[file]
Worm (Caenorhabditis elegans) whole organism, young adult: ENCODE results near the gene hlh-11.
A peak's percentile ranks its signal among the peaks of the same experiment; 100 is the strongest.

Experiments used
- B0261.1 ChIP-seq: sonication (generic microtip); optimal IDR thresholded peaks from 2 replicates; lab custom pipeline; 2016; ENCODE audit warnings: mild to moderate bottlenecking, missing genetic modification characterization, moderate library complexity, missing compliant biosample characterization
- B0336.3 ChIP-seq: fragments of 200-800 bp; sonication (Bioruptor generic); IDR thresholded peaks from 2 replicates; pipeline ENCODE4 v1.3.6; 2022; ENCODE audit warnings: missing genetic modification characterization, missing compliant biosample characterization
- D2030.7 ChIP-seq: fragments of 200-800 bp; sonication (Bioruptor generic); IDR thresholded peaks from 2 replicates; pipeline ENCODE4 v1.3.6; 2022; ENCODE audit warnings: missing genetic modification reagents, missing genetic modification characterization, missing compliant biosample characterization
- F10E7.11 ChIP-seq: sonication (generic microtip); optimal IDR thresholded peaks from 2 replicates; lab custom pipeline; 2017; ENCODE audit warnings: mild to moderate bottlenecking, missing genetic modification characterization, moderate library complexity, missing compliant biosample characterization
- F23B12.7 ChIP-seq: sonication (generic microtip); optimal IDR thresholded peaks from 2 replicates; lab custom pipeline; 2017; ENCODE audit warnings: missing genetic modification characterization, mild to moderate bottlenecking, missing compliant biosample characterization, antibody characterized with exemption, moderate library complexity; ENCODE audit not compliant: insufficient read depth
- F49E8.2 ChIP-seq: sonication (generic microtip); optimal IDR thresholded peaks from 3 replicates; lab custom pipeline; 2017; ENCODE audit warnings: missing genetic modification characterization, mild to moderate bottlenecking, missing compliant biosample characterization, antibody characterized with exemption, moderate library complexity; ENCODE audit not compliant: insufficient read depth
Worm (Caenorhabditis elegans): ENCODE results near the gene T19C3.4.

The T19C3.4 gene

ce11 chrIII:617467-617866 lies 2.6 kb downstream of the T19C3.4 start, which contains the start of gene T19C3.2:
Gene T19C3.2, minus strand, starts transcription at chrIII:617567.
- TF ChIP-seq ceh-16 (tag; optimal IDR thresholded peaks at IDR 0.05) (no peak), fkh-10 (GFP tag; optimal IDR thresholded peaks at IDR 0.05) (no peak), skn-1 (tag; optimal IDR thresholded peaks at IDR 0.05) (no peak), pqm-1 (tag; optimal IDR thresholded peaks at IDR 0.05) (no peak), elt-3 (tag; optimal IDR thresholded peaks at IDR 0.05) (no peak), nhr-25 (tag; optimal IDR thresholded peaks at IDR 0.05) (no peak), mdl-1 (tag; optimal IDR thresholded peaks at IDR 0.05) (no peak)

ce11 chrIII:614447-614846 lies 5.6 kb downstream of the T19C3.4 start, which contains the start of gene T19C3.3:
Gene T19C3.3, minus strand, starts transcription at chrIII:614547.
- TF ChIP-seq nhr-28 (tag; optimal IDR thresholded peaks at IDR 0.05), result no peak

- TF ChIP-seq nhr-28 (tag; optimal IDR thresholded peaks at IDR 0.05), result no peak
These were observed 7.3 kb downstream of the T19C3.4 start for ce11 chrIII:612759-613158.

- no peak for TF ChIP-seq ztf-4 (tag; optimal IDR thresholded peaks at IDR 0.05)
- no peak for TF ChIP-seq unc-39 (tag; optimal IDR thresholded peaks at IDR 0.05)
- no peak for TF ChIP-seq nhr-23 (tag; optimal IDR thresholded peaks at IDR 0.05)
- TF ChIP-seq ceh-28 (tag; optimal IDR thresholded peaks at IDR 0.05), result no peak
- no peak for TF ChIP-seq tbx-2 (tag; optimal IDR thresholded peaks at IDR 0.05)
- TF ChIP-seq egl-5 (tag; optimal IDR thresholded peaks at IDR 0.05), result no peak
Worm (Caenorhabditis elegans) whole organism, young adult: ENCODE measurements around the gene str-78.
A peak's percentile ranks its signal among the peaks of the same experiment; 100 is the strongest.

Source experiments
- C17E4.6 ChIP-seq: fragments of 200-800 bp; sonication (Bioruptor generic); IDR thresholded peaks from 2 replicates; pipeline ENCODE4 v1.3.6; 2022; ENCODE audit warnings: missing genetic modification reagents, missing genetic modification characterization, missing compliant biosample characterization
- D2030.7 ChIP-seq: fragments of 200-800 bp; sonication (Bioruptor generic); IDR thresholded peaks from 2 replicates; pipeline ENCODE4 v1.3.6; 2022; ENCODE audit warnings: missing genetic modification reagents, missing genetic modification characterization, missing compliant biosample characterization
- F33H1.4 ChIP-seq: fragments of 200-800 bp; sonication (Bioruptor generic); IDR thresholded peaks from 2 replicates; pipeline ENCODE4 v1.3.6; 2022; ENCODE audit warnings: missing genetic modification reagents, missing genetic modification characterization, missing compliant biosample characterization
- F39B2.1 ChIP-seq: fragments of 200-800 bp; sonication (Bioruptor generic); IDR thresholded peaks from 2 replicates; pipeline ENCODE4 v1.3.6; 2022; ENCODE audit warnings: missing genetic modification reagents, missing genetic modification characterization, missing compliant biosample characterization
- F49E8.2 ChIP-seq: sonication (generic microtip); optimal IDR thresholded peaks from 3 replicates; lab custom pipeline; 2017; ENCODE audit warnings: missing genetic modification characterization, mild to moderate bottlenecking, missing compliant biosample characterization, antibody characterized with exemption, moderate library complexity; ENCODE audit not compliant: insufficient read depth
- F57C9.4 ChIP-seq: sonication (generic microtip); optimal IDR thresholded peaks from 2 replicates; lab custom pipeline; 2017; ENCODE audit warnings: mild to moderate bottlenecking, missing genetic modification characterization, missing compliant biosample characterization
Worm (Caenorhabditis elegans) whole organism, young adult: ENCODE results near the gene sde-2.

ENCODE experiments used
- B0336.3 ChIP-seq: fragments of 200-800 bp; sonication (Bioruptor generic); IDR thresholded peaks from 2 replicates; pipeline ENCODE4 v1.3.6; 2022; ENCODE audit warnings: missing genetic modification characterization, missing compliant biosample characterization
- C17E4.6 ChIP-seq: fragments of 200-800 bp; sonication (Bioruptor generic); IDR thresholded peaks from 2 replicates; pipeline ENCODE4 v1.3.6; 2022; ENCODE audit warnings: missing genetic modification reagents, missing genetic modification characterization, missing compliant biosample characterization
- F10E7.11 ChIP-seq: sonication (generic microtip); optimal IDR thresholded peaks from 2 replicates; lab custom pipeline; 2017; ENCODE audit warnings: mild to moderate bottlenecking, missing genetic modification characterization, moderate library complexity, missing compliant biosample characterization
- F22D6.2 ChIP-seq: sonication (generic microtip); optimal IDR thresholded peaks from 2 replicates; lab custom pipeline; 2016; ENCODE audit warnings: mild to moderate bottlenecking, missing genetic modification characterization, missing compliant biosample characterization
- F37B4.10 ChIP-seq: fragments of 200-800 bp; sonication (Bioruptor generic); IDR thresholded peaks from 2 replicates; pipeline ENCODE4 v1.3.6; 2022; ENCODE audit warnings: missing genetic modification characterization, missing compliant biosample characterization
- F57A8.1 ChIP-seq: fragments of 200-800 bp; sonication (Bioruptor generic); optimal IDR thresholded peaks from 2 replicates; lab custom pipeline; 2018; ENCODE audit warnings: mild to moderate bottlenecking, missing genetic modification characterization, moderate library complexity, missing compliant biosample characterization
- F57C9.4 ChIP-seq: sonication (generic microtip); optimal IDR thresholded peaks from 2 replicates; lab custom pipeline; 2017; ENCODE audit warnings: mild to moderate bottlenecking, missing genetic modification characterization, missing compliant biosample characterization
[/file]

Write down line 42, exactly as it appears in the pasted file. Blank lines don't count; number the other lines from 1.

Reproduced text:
- F57A8.1 ChIP-seq: fragments of 200-800 bp; sonication (Bioruptor generic); optimal IDR thresholded peaks from 2 replicates; lab custom pipeline; 2018; ENCODE audit warnings: mild to moderate bottlenecking, missing genetic modification characterization, moderate library complexity, missing compliant biosample characterization